The use of social media is a hot topic in the family law arena. Over recent years, evidence from social media sites we use daily have been used in all sorts of family law proceedings. For example, social media evidence from Facebook, Twitter, MySpace, LinkedIn, Instagram and other sites and blogs is routinely factored into divorce cases, alimony modifications, child support hearings, and child custody visitation disputes. Social media evidence can play out in a couple of ways—sometimes it can prove to be critically important evidence, while in other cases social media evidence is basically nonsense and a total waste of time. In family law proceedings, an individual’s “lifestyle” can be highly relevant to a case. Accordingly, social media can be used to establish an individual’s spending habits, possible irresponsible behavior as a parent, or the failure of a party to make a good faith effort to find employment.
It is important to remember that the way in which you conduct yourself on social media can often hurt your family law case. Divorce lawyers, for example, may be net-savvy, and there is the potential that opposing counsel or a disgruntled spouse can search your Facebook to try and obtain evidence.
Did you post a picture of your new motorcycle or Mercedes after you just filed a motion to reduce your child support and alimony? Are you tweeting about your crazy Saturday night out when you were supposed to have parenting time with your kids? Are you doing Facebook status updates about date nights with your new girlfriend or boyfriend, even before you have separated from your spouse? Long story short, many people who are going through a divorce recklessly put it all out there on social media.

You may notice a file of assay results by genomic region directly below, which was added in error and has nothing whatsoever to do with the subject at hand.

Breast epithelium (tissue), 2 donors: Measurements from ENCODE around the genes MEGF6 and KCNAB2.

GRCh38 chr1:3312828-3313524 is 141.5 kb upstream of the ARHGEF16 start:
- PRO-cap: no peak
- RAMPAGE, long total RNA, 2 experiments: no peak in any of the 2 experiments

Whether you are in a family law proceeding or not, we should all keep in mind that when we are pouring over our keyboards, in the privacy of our own homes, ranting about what we think is only an audience of our social media “friends”, posts are far more public and discoverable than we think.
It is crucial to not let your emotions get the best of you (i.e. refrain from using social media right before or after a stressful court appearance) and to always think before you post. Think to yourself: if this post is introduced as evidence in my case, how does it reflect upon me? If you have doubt as to whether a post will come back to haunt you—don’t post. And finally, check your privacy settings. Although between cyberworld and “the cloud”, social media content seems to be inherently permanent and discoverable, at least make sure that you are not posting to the general public. Be smart, there is no reason to give an opposing party in a family law proceeding ammunition to use against you.
Please contact the Domestic Team at Feldmann Nagel Margulis for all of your family law needs.